Has Trump already sold his stock shares?
A Donald Trump spokesman said Tuesday that the president-elect had moved to sell his stock shares in June, which could help to disentangle the real estate mogul from some potential conflicts of interest while in office.
President-elect Donald Trump reportedly sold all of his shares in companies in June, a move that could lessen some conflict of interest issues as the real estate mogul moves to take over the Oval Office next month.
Many have raised concerns with Mr. Trump’s business ties and the ways in which they could clash with the best interest of the nation. While he has said in the past he plans to put his business assets into a blind trust and allow his three eldest children to operate it, financial experts say the nature of that idea conflicts the concept behind a blind trust, and that the only way for Trump to avoid messy situations as president would be to sell his entire real estate empire.
While Trump’s stock portfolio is estimated to comprise only a small portion of his fortune, experts say eliminating it could help the president-elect to avoid some ethical issues moving forward.
A spokesman for Trump told The Washington Post Tuesday that the president-elect had sold his stock portfolio in June, but declined to answer questions regarding the shares’ value, why they were sold, and if Trump has bought anything new since.
Trump had between $50,000 to $100,000 of Boeing stock when he filed his personal financial disclosure on May 15. It also showed that he held as much as $38 million in stocks of companies including Citigroup Inc., Apple Inc., Exxon Mobil Corp. and Ford Motor Co., in addition to Boeing, Bloomberg reported.
Boeing's stock price dropped sharply then rebounded Tuesday after Trump tweeted about the cost of a new Boeing Air Force One.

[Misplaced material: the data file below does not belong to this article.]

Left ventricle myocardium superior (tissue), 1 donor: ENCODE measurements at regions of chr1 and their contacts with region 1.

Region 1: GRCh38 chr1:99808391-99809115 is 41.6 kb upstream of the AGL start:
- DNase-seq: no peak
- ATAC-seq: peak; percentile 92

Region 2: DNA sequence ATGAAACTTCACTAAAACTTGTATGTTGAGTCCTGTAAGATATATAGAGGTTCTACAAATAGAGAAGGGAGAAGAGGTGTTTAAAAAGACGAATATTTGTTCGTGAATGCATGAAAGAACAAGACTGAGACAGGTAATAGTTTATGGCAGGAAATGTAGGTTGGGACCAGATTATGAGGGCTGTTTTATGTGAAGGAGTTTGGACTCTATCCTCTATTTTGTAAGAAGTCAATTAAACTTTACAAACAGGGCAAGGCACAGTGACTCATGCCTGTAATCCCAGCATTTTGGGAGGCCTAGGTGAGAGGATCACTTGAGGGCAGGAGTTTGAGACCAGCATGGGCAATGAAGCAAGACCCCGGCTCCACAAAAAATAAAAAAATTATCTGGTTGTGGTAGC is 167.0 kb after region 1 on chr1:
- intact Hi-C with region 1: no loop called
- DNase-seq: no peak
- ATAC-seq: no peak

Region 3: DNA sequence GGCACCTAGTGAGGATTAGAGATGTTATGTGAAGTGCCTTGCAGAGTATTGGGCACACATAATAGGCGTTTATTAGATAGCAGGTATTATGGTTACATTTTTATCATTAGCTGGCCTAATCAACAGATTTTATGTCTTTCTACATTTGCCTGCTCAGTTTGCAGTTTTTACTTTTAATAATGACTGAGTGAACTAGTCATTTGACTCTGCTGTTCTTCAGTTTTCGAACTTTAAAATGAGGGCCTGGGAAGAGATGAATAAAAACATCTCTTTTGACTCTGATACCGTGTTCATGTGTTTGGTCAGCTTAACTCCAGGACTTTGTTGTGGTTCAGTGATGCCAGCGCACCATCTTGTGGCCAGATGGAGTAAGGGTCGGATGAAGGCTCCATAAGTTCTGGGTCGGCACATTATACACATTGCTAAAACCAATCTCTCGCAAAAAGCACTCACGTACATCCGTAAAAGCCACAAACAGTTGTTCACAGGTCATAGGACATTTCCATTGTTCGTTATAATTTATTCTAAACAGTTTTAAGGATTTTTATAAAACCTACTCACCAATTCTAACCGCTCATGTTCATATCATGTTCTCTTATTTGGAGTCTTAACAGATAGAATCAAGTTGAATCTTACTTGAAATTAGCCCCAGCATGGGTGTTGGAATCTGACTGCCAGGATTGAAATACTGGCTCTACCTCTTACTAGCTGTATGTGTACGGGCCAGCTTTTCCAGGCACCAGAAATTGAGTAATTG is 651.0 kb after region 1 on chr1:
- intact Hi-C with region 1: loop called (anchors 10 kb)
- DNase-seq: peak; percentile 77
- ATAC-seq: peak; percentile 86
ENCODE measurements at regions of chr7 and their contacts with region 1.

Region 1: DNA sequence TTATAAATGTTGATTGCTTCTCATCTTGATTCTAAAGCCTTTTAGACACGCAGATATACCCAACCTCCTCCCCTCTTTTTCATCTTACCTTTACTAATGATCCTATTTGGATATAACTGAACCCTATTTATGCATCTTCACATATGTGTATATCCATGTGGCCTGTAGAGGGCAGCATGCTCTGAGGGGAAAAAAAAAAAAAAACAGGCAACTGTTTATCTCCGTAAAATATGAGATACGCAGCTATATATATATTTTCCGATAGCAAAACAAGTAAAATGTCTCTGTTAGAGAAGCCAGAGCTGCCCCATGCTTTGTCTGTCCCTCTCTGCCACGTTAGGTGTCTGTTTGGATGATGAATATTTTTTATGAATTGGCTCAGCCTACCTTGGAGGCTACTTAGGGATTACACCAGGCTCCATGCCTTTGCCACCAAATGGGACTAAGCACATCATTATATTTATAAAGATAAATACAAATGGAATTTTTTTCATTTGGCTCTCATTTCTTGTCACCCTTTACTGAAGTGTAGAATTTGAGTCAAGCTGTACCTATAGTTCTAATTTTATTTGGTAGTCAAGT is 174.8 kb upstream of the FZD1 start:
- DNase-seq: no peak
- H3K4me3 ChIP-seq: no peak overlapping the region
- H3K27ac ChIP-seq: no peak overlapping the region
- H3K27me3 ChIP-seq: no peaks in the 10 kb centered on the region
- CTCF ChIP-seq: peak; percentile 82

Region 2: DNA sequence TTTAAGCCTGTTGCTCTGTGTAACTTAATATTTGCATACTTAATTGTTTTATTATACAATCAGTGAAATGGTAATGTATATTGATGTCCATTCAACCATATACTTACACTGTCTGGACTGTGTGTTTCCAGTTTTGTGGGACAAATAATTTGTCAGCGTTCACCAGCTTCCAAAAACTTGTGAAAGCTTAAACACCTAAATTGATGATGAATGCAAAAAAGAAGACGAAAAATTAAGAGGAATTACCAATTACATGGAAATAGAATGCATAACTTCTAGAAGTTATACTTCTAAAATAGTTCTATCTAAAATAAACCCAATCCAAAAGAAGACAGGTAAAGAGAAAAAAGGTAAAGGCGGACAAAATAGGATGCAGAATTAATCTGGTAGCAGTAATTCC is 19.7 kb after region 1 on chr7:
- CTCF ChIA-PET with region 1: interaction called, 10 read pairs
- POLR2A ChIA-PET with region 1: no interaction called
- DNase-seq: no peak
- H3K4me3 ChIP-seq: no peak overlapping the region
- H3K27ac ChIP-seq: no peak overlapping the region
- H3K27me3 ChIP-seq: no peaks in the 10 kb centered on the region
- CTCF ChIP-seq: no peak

Tuesday marked the first indication that Trump had made any sale involving his stock portfolio, and a lack of available documentation related to his taxes has made it difficult to make concrete determinations about the president-elect’s financial holdings.
But once he takes the oath of office, some aspects of Trump’s finances will become more transparent. During his first term, law will require Trump to release a financial disclosure form, which would include details about his stock holdings. He will also be subject to the 2012 STOCK Act, a law that requires elected officials to publicly disclose stock transactions worth $1,000 or more within 45 days.
Until then, it’s impossible to independently verify the claims, or determine how the profits were spent.
“We need to know, has he put them in conflict free assets ... or has he bought other stocks or assets that would create new conflicts?” Norm Eisen, an ethics counselor to President Obama, told the Post. “It’s all the more reason that we need a prompt and full financial disclosure. If he did liquidate all his stocks, what did he do with the money? What bank is the money in? What did he buy? It’s a lot of money.”
Since the election, Trump has given little detail about how he plans to proceed with his business interests. Last week, he tweeted that he plans to leave his business, but did not say what role his children, who have been close to his transition team, will play in the Trump businesses moving forward.
Trump has announced that he will hold a press conference with his children on Dec. 15 to disclose more details related to that transition.